Travel Alberta

Rocky Mountain Legacy Trail extension announced

The extension of one of the most scenic routes in the world is the result of a $4.35 million investment by the Alberta government, the towns of Canmore and Banff, and the Municipal District of Bighorn. Families, bikers, hikers, and rollerbladers will have eight more kilometres to enjoy along the Rocky Mountain Legacy Trail between Canmore and Banff.

Over the next year, the popular trail will wind its way from the Banff National Park East Gate to the Travel Alberta Visitor Information Centre in Canmore. Additional work will begin in 2014 to extend the trail from the visitor centre, through the Town of Canmore and to Canmore Nordic Centre Provincial Park.

“There are more than 45,000 visits to the Rocky Mountain Legacy Trail each year and the new paved trails will provide an unforgettable experience for everyone to enjoy,” said Tourism, Parks and Recreation Minister Dr. Richard Starke.” The partnership approach on this project was the key to it moving forward. We support collaborative efforts that expand the experiences we offer to Albertans while growing our tourism industry.”

“This new stretch of the scenic Rocky Mountain Legacy Trail will offer users safe, continuous access to cycle, hike or blade along the majestic Rockies,” added Transportation Minister Ric McIver. “Moving cyclists off Highway 1 improves the safety for everyone, including tourist and commercial vehicles. With our partner municipalities, we continue to build Alberta for our residents and visitors alike.”

The Government of Alberta is providing nearly $3.3 million of the total $4.35 million investment. This contribution will extend the trail 8.4 kilometres from the Banff National Park Gates to the Canmore Nordic Centre Provincial Park, as well as create a world-class trailhead at the Travel Alberta Visitor Centre parking lot in Canmore. The towns of Canmore and Banff, and the Municipal District of Bighorn are providing more than $1 million toward the trail extension.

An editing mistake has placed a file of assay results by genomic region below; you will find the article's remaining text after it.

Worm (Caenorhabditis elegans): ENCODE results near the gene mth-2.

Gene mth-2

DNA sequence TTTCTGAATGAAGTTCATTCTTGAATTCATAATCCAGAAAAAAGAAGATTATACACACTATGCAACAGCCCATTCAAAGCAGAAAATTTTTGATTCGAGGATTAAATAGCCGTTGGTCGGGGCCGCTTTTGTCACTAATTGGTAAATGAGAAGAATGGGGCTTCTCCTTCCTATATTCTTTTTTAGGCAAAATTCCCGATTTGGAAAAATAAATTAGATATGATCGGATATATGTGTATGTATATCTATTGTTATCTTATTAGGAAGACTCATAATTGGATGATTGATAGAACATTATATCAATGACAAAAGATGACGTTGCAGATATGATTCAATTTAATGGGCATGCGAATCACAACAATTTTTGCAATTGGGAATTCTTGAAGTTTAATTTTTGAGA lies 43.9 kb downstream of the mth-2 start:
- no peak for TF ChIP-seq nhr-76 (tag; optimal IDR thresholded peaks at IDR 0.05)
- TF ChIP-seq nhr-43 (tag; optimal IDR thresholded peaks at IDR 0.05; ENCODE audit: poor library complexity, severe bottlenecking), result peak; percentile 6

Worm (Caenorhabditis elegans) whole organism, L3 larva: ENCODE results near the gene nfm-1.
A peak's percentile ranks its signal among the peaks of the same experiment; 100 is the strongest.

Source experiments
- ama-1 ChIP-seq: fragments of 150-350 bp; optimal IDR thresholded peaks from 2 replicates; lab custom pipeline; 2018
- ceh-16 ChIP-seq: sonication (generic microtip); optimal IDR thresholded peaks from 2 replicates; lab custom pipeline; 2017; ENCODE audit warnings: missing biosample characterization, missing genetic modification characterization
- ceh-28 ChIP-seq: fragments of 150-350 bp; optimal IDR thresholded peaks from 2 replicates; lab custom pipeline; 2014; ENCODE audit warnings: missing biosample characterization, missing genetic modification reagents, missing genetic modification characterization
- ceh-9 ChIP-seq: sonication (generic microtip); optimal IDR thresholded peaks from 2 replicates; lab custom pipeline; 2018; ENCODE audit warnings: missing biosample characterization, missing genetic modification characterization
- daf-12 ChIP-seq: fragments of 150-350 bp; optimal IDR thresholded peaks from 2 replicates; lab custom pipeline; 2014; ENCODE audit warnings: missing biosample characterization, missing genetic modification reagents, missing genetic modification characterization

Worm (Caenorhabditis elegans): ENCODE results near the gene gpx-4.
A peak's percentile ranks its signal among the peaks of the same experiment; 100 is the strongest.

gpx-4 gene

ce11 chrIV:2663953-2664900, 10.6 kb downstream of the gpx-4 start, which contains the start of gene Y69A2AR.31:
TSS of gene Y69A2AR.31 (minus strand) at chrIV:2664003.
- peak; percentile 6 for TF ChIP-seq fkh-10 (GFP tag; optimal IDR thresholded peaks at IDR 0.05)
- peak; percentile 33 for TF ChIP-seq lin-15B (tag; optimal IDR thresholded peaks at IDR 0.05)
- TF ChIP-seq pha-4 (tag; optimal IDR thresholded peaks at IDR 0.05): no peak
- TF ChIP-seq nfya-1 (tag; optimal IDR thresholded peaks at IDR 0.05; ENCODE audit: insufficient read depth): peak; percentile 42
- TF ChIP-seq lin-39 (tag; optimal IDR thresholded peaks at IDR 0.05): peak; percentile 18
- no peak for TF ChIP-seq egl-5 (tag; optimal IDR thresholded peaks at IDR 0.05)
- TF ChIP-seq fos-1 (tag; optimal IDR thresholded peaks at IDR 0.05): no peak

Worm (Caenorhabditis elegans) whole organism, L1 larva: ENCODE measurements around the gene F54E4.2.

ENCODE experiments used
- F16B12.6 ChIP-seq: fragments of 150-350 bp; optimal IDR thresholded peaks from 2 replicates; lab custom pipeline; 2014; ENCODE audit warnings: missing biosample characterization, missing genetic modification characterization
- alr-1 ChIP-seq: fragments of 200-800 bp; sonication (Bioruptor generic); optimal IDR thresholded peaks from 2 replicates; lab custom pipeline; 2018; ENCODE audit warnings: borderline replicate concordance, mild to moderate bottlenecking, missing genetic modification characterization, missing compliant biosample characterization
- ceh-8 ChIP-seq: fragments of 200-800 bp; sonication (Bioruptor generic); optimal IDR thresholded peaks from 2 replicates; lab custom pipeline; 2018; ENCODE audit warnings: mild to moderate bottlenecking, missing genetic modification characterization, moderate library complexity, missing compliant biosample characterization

“The Legacy Trail has proved to be a tremendous asset to the Bow Valley, and an economic and tourism benefit, as well as facilitating the use of alternative modes of transportation. A vital recreation connection between the east gate and the Town of Canmore has been missing,” said Canmore Mayor John Borrowman, speaking on behalf of the Bow Corridor Regional Mobility Partnership. “I am thrilled by the announcement that this gap will be closed. The Legacy Trail will become a safe place for all users - pedestrians, cyclists and families. Moving these users to the trail will also improve safety for drivers on the nearby TransCanada Highway.”

The new trail will connect to 26 kilometres of existing pathways in Banff National Park and offer three-season access to cyclists, hikers and other non-motorized vehicles.

“It is my hope and expectation that one day soon, the completed Rocky Mountain Legacy Trail will be one of the most celebrated and sought after experiences along the Trans Canada Trail, a nation-wide recreational pathway winding its way across our country from coast to coast to coast,” said Ross Hayes, Alberta TrailNet Society President. “We are pleased to see all levels of government working together to create an amazing trail for all Albertans and visitors to enjoy.”

The Redford government was elected to keep building Alberta, to live within its means and to fight to open new markets for Alberta’s resources. The province will continue to deliver the responsible change Albertans voted for.

Alberta Tourism, Parks and Recreation